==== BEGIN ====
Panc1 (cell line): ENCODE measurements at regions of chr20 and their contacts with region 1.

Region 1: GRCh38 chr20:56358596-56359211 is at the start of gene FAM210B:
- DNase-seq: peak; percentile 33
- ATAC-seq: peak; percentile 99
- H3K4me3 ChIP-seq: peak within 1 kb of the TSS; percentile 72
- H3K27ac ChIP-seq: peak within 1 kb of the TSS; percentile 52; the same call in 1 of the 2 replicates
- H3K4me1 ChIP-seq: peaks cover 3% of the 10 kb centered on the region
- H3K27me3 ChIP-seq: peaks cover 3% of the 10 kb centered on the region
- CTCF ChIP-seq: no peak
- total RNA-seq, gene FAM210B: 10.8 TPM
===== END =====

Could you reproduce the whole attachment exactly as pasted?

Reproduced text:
Panc1 (cell line): ENCODE measurements at regions of chr20 and their contacts with region 1.

Region 1: GRCh38 chr20:56358596-56359211 is at the start of gene FAM210B:
- DNase-seq: peak; percentile 33
- ATAC-seq: peak; percentile 99
- H3K4me3 ChIP-seq: peak within 1 kb of the TSS; percentile 72
- H3K27ac ChIP-seq: peak within 1 kb of the TSS; percentile 52; the same call in 1 of the 2 replicates
- H3K4me1 ChIP-seq: peaks cover 3% of the 10 kb centered on the region
- H3K27me3 ChIP-seq: peaks cover 3% of the 10 kb centered on the region
- CTCF ChIP-seq: no peak
- total RNA-seq, gene FAM210B: 10.8 TPM